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Let A(n) denote the number of n × n alternating sign matrices and J m the m th Jacobsthal number. It is known that A(n) = n−1 ℓ=0 (3ℓ + 1)! (n + ℓ)!. The values of A(n) are in general highly composite. The goal of this paper is to prove that A(n) is odd if and only if n is a Jacobsthal number, thus showing that A(n) is odd infinitely often.

- Darrin D. Frey, James A. Sellers
- Ars Comb.
- 2004

In this paper, we consider sequences comprised of n (m − 1)'s and r −1's (where m ≥ 2) with the sum of each subsequence of the first j terms nonnegative. We will denote the number of such sequences as n r m−1. Our goal is to present various results involving n r m−1 , including an interpretation of the sequences counted by n r m−1 which truly generalizes… (More)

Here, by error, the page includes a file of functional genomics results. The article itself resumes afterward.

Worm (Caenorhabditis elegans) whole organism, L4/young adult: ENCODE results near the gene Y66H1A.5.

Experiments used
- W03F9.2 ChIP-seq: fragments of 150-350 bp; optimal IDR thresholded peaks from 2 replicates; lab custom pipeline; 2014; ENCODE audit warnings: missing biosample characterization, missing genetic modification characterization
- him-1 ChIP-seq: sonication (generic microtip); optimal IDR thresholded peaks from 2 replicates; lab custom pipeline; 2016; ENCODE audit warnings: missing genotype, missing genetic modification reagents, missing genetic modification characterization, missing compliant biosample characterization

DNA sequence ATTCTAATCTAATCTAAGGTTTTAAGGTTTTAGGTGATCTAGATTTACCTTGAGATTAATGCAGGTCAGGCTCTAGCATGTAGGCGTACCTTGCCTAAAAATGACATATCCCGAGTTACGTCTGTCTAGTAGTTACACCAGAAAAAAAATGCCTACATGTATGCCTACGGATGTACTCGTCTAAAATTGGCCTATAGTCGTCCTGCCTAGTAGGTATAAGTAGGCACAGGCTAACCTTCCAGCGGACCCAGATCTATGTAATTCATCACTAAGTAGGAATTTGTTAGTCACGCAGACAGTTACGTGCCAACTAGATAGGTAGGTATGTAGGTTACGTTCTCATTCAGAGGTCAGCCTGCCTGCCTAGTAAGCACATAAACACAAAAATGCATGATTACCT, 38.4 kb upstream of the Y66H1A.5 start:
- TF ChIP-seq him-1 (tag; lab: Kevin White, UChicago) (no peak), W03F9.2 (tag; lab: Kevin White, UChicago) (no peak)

We consider two families of plane partitions: totally symmetric self-complementary plane partitions (TSS-CPPs) and cyclically symmetric transpose complement plane partitions (CSTCPPs). If T (n) and C(n) are the numbers of such plane partitions in a 2n × 2n × 2n box, then ord 2 (T (n)) = ord 2 (C(n)) for all n ≥ 1. We also discuss various consequences, along… (More)

- Darrin D. Frey, James A. Sellers
- Ars Comb.
- 2005

In this note, we consider arithmetic properties of the function K(n) = (2n)!(2n + 2)! (n − 1)!(n + 1)! 2 (n + 2)! which counts the number of two–legged knot diagrams with one self– intersection and n − 1 tangencies. This function recently arose in a paper by Jacobsen and Zinn–Justin on the enumeration of knots via a transfer matrix approach. Using… (More)

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